Introduction Body contouring operations following massive weight loss are being performed at an exponentially increasing rate. Although highly effective for reshaping the body, these operations are associated with a high cost incurred by the patient. Traditionally, body contouring procedures have been considered an aesthetic procedure. However, due to disproportionate excess skin distribution, massive weight loss (MWL) patients often have a functional disability, which adversely affects their quality of life. Whereas some insurance companies are reimbursing for these procedures, most continue to consider body contouring as strictly cosmetic and ineligible as a covered benefit. The purpose of our study was to analyze the outcome benefit in patients undergoing body contouring following massive weight loss.
Methods This single-center, multisurgeon body contouring outcome study was designed to assess the overall outcome and life-changing events that took place following the surgery. Twenty-five consecutive patients with an average age of 38 years (range 18-65 years) who underwent body contouring surgery were followed for 8 months. Postoperative evaluations were standardized and quantified with a validated series of short questionnaires (30 questions) that assessed measures in an objective and subjective manner. Questionnaires were designed to address specific lifestyle benefits attributed to body contouring.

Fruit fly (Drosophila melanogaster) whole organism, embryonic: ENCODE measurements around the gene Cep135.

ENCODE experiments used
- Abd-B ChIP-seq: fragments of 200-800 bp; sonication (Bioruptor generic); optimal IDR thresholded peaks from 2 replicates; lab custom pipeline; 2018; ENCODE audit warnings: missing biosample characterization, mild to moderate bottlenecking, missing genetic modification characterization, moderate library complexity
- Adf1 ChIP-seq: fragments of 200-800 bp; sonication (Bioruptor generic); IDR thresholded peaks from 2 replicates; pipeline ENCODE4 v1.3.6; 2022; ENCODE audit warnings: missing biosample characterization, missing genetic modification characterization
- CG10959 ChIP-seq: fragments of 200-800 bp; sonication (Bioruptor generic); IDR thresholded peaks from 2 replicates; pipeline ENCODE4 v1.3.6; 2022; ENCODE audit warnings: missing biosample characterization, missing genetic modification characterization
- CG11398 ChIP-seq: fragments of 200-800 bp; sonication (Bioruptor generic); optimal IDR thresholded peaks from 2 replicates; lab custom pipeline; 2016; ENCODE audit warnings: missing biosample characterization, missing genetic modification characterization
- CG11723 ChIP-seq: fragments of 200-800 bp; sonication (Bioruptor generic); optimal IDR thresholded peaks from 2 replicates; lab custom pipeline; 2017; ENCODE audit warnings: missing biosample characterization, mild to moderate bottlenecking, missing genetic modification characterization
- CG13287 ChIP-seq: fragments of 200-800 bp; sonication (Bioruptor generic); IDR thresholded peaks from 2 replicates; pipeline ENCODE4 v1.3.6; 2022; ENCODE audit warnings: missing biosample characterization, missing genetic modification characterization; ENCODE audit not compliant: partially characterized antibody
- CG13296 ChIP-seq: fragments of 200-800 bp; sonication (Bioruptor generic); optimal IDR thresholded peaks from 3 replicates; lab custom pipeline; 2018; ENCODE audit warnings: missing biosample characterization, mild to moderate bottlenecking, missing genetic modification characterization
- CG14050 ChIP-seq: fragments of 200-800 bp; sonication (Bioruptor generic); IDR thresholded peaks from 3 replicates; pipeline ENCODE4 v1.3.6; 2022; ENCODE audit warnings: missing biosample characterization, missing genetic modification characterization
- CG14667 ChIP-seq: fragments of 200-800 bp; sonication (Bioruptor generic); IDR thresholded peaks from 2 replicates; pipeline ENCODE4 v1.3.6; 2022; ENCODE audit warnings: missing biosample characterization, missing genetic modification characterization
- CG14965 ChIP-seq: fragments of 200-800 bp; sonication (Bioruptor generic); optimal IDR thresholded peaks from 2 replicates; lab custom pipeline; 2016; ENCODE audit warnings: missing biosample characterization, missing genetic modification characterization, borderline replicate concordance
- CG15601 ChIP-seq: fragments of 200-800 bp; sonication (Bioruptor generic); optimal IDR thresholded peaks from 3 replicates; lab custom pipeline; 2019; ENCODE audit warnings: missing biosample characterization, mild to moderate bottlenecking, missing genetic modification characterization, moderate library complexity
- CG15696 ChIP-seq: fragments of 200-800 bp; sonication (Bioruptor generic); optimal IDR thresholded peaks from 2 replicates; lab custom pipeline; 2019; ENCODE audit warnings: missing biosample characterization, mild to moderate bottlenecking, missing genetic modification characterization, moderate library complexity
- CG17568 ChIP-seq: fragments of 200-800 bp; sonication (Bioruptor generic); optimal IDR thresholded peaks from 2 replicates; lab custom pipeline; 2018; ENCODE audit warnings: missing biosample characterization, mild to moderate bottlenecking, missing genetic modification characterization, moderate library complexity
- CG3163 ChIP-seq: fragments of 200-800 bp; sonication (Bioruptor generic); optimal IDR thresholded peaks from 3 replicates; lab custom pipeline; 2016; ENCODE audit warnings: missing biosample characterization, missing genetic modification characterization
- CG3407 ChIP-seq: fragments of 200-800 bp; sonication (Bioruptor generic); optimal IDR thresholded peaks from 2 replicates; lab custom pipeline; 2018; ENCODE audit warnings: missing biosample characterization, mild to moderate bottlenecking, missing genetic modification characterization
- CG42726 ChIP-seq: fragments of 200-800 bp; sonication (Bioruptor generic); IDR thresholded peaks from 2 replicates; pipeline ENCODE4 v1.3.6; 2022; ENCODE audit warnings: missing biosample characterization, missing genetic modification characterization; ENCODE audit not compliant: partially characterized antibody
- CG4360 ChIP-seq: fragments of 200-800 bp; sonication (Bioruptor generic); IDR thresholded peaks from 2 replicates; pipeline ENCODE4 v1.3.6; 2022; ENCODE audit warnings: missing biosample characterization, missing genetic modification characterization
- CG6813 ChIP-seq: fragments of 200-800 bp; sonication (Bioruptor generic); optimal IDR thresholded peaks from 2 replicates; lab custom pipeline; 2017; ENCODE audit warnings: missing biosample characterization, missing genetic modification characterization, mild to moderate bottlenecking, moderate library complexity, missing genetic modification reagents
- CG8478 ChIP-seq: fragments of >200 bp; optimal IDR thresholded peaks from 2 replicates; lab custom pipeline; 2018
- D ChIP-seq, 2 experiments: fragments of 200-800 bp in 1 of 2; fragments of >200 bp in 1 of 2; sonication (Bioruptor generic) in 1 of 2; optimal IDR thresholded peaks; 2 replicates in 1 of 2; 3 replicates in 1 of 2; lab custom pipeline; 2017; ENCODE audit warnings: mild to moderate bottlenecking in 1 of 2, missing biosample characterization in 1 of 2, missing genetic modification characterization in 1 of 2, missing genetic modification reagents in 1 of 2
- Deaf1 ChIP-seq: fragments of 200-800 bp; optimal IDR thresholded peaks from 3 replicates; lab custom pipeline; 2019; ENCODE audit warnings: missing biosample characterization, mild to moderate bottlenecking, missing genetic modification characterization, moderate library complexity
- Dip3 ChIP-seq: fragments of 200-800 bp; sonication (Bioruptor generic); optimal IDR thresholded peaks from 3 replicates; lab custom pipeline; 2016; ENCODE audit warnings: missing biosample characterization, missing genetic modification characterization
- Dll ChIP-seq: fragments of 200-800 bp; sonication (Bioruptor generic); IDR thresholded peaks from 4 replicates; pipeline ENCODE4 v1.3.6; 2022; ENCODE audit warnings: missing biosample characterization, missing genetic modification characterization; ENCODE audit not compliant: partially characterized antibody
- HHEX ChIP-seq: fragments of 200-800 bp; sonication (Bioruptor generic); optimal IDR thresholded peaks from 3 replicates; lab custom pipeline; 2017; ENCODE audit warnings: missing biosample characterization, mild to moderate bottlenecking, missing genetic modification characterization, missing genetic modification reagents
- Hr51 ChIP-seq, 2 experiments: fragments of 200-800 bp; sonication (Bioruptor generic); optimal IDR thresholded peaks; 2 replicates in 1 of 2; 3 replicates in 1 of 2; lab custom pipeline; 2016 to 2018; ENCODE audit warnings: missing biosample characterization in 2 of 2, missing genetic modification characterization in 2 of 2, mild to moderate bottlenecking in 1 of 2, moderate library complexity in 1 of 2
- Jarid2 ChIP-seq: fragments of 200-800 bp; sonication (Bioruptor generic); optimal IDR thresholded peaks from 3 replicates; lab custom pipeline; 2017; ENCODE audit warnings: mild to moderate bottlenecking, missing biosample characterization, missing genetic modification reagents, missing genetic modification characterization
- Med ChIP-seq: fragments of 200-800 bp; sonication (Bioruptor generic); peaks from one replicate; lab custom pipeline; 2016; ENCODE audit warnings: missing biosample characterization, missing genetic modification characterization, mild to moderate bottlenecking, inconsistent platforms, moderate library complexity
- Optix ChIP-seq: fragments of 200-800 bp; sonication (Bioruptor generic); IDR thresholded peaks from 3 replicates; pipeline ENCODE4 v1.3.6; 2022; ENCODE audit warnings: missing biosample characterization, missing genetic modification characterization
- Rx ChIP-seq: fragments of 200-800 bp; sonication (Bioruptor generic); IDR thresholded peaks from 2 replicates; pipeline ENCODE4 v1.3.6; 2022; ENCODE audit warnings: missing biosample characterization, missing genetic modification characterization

Results Of 25 patients who completed the survey, 84% were female. The mean BMI was 45. The majority of patients experienced positive lifestyle outcomes as a result of having had the procedure: 100% reported increases confidence and noted an increase in self-esteem; 100% felt more comfortable in clothes. A number of patients had changed careers and increased their annual income. In addition, 100% of patients indicated that their overall health had improved due to their ability to be more involved in society, improved ability to ambulate, and exercise.
Discussion These data provide an assessment of some outcomes associated with weight loss procedures commonly performed in the United States. Although most health care insurance companies are hesitant to recognize body contouring as an essential procedure for MWL patients, we believe that our study demonstrates both objective and subjective improvements in quality of life and health. Body contouring in MWL patients represents the final stage in the surgical transformation of obese patients. There is little doubt that these procedures are invaluable and should be made more readily available to those patients who cannot afford the out-of-pocket expense.
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